Confusion spread among Egyptian smokers as rumors of the government withdrawing its decision to raise taxes on cigarettes surfaced.
Late on Tuesday, privately owned Al-Masry Al-Youm newspaper reported that the decision to impose higher taxes on cigarette sales had been lifted, according to decree 125 for the year 2015, published in Tuesday’s issue of the official Gazette.
According to the Gazette, “The Finance Minister’s decision No. 120 for the year 2015 has been withdrawn.”
However, analysts, including economist Wael Gamal, pointed out that Tuesday’s decree was strictly related to the allocation of funds to health insurance. 50 piasters out of the price of each cigarette pack was allocated to the Health Insurance Authority. The Gazette did not mention where the funds would be redirected to.
On Monday, cigarette prices dramatically jumped following a presidential decree announcing a 50 percent tax increase on sales.
The taxes were purportedly raised to help fuel the state’s budget, according to Cabinet spokesperson Hossam al-Qawish. The additional LE5 billion to LE5.5 billion in revenues would bolster public spending on services such as health insurance and health care, Qawish claimed.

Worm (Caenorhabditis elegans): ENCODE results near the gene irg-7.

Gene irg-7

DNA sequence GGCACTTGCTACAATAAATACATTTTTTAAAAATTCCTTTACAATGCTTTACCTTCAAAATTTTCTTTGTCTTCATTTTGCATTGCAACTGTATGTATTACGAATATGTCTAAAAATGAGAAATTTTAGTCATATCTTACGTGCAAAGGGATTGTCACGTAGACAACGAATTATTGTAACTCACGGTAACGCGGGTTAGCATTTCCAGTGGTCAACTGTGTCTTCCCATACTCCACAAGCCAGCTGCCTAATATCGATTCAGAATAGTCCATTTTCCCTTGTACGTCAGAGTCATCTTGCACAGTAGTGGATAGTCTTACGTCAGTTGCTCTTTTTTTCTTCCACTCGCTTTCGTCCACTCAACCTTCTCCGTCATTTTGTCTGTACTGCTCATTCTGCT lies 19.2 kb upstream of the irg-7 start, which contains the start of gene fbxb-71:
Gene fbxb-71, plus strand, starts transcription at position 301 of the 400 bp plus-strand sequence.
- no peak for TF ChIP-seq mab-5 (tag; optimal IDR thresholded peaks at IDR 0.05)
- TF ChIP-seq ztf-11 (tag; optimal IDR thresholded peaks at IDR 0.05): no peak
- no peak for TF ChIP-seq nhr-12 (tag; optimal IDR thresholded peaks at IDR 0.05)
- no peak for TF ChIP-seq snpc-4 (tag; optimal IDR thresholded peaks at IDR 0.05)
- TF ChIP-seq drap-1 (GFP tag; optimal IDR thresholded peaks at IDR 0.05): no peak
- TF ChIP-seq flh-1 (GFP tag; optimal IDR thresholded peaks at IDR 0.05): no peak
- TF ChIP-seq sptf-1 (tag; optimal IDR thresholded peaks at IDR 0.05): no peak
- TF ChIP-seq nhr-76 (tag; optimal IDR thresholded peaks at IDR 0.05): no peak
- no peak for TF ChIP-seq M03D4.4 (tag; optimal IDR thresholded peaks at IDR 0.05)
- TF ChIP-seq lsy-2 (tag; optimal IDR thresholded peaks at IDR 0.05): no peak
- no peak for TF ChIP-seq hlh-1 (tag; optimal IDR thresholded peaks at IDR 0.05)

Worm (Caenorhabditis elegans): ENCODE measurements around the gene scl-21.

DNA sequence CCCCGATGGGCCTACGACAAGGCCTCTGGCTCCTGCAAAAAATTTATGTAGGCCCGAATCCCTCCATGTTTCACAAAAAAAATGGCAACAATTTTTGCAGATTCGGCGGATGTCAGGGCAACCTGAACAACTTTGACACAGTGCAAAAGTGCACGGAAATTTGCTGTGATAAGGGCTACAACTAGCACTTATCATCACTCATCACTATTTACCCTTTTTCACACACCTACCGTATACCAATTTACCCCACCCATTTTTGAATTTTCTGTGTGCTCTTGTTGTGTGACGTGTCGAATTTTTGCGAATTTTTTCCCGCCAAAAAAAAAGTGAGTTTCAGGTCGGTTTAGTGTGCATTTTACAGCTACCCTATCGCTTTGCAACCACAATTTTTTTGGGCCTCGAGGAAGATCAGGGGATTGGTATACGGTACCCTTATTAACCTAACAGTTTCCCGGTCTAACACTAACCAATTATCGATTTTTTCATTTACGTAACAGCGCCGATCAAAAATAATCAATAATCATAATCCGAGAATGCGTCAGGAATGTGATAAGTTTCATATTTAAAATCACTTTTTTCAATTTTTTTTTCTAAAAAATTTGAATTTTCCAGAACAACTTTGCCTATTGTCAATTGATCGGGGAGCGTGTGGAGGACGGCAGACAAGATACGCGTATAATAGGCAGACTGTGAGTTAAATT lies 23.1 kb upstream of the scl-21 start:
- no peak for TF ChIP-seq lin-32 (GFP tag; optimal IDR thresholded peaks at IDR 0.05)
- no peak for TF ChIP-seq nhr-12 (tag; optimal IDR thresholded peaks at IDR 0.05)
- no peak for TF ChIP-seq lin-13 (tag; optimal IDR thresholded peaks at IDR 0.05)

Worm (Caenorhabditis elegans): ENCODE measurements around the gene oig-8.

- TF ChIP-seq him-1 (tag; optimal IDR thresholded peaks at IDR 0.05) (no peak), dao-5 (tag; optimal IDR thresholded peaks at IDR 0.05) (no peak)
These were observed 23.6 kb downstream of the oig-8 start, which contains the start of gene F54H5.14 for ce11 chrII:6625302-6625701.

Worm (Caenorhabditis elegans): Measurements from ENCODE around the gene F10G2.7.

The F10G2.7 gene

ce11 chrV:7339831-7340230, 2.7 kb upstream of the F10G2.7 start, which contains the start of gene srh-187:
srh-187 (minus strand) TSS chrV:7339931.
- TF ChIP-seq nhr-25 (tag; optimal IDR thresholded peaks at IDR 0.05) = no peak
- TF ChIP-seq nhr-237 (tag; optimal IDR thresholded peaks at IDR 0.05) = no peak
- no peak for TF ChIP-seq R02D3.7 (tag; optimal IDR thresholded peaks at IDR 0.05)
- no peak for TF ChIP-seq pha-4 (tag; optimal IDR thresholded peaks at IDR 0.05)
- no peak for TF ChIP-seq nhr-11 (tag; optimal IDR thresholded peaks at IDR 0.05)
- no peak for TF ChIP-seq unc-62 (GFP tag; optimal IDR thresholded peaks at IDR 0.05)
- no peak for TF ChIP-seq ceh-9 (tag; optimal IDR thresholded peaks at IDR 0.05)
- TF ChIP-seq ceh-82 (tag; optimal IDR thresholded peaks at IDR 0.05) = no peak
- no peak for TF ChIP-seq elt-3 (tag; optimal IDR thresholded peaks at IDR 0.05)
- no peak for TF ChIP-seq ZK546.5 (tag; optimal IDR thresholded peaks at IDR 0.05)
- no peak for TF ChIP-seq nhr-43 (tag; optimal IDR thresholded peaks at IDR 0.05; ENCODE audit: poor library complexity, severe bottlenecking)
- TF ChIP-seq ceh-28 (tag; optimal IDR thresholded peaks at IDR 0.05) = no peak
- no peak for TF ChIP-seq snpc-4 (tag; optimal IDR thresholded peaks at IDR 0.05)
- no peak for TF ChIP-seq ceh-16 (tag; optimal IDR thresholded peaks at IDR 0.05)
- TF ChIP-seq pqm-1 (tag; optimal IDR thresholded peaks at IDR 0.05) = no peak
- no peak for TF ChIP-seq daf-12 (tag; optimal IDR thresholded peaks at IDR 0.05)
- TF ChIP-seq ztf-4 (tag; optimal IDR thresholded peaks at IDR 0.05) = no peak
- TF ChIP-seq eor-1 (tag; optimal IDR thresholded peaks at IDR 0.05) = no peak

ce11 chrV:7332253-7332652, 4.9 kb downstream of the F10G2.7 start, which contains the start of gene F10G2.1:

According to market prices, imported cigarettes such as Marlboro, Merit, Kent, Dunhill, Davidoff now cost an average of LE25. Prices of local cigarette brands like Cleopatra range from LE9 to LE13.
This is the second such tax hike issued by President Abdel Fattah al-Sisi since he took office. In July, another decree raised sales tax on cigarettes by 50 percent, tax on wine by 150 percent and tax on beer by 200 percent.